The Spring 2013 chapel lineup is about what you would expect: a conservative Republican politician, the president of the SBC, a former large church pastor and current denominational agency head's wife, a ministry professor, etc. We're even going to hear from D. James Kennedy's replacement at Coral Ridge Presbyterian Church in Fort Lauderdale, FL to ensure that we get the requisite dose of Calvinism.
But the Founder's Day Chapel was rightly given to Tom Terry, a longtime OBU administrator and archivist. Last year's Founder's Day preacher was the Rev. Dr. John Bisagno, a distinguished alum to be sure, but someone who looked the other way as fundamentalists took over the SBC. The year before that, Provost Stan Norman preached the Founder's Day sermon, a rather unfortunate irony. Bob Agee, President Whitlock, and John Parrish spoke in 2010, 2009, and 2008, respectively.
The invitation to Terry came from David Whitlock directly, and kudos to the president for inviting someone to speak who would not be inclined to support the fundamentalists' vision for a new OBU. The press release indicated that Terry named a number of key OBU figures over the years who were not there at the beginning, but who were, in a sense, founders in their own right. Seeing a few names of people who are decidedly not fundamentalists and who oppose (or would have opposed) the fundamentalist encroachment we've seen in recent years, I decided to listen to the address.
Interestingly, Terry noted that before the BGCO accepted Shawnee's offer to donate land and funds for a building, the convention accepted an offer from Oklahoma City. But the offer came with a condition from the chief benefactor, a Mr. Putnam, that he be allowed to appoint half the trustees. Of course, the convention declined.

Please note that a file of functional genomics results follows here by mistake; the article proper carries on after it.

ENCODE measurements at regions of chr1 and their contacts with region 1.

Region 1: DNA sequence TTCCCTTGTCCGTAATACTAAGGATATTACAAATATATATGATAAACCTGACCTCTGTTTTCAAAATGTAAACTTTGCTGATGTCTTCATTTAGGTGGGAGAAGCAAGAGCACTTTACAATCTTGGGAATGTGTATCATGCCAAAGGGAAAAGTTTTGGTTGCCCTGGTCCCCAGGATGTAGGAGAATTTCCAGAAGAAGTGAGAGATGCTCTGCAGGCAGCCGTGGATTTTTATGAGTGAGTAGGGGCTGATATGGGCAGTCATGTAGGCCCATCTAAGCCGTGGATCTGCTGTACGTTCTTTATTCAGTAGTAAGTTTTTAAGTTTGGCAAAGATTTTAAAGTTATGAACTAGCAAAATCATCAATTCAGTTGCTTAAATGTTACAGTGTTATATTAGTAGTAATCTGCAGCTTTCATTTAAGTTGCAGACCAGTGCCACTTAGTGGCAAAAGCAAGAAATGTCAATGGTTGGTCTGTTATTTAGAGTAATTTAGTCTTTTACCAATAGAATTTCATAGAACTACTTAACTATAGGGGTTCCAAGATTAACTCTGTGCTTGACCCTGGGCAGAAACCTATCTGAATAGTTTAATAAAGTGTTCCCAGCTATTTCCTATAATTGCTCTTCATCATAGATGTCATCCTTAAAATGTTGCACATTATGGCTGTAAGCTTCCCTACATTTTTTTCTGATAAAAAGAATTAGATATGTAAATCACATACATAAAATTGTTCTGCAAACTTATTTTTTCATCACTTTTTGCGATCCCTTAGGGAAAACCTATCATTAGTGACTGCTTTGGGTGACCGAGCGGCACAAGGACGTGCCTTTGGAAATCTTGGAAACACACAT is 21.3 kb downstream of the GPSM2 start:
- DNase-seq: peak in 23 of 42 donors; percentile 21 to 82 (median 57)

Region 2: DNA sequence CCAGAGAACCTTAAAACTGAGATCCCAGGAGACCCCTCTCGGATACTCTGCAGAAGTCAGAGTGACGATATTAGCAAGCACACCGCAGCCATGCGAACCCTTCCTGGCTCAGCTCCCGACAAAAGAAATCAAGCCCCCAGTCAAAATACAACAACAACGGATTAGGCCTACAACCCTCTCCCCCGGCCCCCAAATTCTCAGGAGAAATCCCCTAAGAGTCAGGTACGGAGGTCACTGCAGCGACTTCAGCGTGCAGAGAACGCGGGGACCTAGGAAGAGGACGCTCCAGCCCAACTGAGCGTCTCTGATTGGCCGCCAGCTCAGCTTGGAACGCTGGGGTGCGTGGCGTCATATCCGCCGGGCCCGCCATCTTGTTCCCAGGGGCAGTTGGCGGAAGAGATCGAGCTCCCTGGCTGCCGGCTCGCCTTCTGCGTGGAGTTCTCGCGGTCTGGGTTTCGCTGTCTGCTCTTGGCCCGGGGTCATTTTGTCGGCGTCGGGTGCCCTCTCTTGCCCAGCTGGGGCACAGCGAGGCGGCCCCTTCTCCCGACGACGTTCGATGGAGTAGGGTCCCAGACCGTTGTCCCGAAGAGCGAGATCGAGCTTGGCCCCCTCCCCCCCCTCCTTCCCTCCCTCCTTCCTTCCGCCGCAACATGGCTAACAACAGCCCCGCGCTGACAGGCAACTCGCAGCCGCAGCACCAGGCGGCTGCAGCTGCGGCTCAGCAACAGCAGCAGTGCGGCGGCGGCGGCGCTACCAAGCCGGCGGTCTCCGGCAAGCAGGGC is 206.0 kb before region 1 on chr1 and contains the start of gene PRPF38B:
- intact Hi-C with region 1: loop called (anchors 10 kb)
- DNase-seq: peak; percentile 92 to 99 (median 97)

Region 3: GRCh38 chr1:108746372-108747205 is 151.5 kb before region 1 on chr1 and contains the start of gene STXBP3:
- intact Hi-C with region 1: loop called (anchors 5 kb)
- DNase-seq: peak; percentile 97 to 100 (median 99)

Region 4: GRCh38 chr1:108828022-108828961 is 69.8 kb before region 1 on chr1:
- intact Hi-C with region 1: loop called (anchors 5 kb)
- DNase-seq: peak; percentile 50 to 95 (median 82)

Along with legendary coach Bob Bass, Terry lifted up former athletic director and women's basketball coach David Sallee ('73) as having been instrumental in making OBU compliant with Title IX and expanding opportunities for women's athletics. As many of you know, Sallee is now president of William Jewell College in Liberty, MO and was a strong advocate for academic freedom and respectability when the fundamentalist Missouri Baptist Convention tried to take over William Jewell. Terry also told the stories of legendary professors and administrators, including Juanita Milsap, Donald G. Osborn, William E. Neptune, and Mary Kay (Higgenbotham) Parrish. These dedicated educators helped build OBU into an academically rigorous institution with a reputation for excellence -- a reputation somewhat imperiled by sliding rankings, administrative blunders, and widespread public concern about encroaching fundamentalism in several departments.
I'm not trying to say that Terry gave a rousing defense of the moderate Baptists' accomplishments in Christian higher education or that he slammed the fundamentalists. It wasn't that kind of speech. But it does serve to remind us that anyone who tries to imagine OBU as a fundamentalist school DOES NOT have history on his side. The people who made OBU great are people who were committed to academic rigor, academic freedom, and the integration of learning with a searching, honest faith that sincere Baptists, both fundamentalist and moderate, have held though the years. There is no way anyone can support faculty purges, fundamentalist-inspired curricular interventions, or the watering down of key subject areas and still claim to be in accordance with the ideals of OBU's founding.
Also, I don't want to put words in anyone's mouth. Maybe not all of the people mentioned want to go on the record against the problems Save OBU has highlighted. I was just pleasantly surprised that Terry's address mentioned so many moderates! It is refreshing to hear some of the true great "founders" praised on Founders' Day.
And it was a wonderful, appropriate way to honor Tom Terry, who in addition to a long administrative career served as interim president in 1982. We probably won't see OBU historians like Slayden Yarbrough or Jerry Faught in the Raley Chapel pulpit any time soon (and that's a shame). Tom Terry is and OBU historian of the highest order, and I certainly am thankful for his message.
Fundamentalists did not make OBU great. They are a threat to OBU's greatness. Let's not forget that.
P.S. A few years ago, I recalled that J. Edgar Hoover once spoke at OBU. Curious, I emailed Terry and asked him about the event. He sent me a large packet of information pertaining to every aspect of Hoover coming to OBU, from President Raley's invitation to local press accounts of the address. (Maybe I'll write about it sometime, just for fun.) I don't know Tom Terry personally and I'm sure he has no clue who I am. But I certainly appreciate him and his service to OBU over many decades.